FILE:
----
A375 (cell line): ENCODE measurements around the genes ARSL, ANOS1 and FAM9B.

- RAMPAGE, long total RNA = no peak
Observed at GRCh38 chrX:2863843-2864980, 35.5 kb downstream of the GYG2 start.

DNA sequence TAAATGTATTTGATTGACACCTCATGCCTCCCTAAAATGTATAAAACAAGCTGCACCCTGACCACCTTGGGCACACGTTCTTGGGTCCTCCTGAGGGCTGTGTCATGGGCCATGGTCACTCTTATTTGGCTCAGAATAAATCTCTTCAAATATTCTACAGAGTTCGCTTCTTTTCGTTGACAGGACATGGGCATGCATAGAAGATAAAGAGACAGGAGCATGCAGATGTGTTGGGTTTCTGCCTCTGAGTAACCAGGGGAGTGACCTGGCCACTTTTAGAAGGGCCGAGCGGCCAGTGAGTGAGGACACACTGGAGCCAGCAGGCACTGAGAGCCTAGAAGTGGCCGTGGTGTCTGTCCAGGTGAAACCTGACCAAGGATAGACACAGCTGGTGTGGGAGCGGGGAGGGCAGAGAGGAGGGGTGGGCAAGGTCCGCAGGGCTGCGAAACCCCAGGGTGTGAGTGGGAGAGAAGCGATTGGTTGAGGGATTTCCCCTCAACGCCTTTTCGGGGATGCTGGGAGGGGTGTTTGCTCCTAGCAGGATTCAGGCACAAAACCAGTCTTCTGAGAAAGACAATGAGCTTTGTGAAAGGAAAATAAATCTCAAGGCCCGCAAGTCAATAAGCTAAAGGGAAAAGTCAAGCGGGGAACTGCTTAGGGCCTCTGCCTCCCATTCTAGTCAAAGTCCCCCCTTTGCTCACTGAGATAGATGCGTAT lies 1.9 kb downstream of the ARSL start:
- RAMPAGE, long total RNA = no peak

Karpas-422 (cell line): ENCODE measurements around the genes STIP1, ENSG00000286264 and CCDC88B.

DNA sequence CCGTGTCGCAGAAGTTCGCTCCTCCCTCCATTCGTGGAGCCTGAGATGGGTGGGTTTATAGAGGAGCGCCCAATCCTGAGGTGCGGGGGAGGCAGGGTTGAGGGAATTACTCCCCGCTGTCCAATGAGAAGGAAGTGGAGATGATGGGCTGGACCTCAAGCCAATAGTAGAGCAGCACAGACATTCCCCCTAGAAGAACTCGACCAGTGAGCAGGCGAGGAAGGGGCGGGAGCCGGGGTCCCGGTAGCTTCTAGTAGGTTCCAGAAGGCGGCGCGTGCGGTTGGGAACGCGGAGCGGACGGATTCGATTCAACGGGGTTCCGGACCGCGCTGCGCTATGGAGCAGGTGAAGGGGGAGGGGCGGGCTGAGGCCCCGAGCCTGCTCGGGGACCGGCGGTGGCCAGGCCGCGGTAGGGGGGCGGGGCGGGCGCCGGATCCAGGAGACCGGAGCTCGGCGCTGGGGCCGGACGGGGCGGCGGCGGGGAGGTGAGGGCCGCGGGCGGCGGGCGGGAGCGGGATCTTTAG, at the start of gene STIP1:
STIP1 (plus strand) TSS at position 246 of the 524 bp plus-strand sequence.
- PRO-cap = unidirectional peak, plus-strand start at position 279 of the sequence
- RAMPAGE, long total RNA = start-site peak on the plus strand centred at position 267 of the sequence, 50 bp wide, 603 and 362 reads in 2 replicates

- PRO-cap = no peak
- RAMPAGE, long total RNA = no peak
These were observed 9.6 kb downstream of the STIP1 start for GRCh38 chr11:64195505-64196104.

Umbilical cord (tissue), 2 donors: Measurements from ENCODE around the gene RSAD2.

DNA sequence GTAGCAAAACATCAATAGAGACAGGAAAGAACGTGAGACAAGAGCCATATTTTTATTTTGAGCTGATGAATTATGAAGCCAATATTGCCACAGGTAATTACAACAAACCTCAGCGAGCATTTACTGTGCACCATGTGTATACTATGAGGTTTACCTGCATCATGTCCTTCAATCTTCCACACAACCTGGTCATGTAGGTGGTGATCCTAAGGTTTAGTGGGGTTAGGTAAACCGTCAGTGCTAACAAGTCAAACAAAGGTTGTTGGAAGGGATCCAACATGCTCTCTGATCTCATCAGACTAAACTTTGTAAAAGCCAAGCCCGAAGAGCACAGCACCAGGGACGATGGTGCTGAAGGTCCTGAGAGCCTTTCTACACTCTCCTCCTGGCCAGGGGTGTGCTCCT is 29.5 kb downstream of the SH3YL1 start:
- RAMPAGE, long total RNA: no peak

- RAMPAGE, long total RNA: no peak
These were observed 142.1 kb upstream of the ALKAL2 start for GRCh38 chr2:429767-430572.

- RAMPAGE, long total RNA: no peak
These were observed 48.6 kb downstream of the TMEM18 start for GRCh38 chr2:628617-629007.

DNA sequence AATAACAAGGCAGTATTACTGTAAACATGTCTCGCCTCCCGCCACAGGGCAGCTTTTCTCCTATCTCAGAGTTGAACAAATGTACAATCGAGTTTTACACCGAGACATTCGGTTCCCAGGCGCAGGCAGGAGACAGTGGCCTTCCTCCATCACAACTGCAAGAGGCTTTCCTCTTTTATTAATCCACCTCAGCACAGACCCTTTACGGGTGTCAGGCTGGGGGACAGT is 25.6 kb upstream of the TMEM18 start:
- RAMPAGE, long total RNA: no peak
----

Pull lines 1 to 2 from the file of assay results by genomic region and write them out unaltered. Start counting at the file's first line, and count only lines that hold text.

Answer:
A375 (cell line): ENCODE measurements around the genes ARSL, ANOS1 and FAM9B.

- RAMPAGE, long total RNA = no peak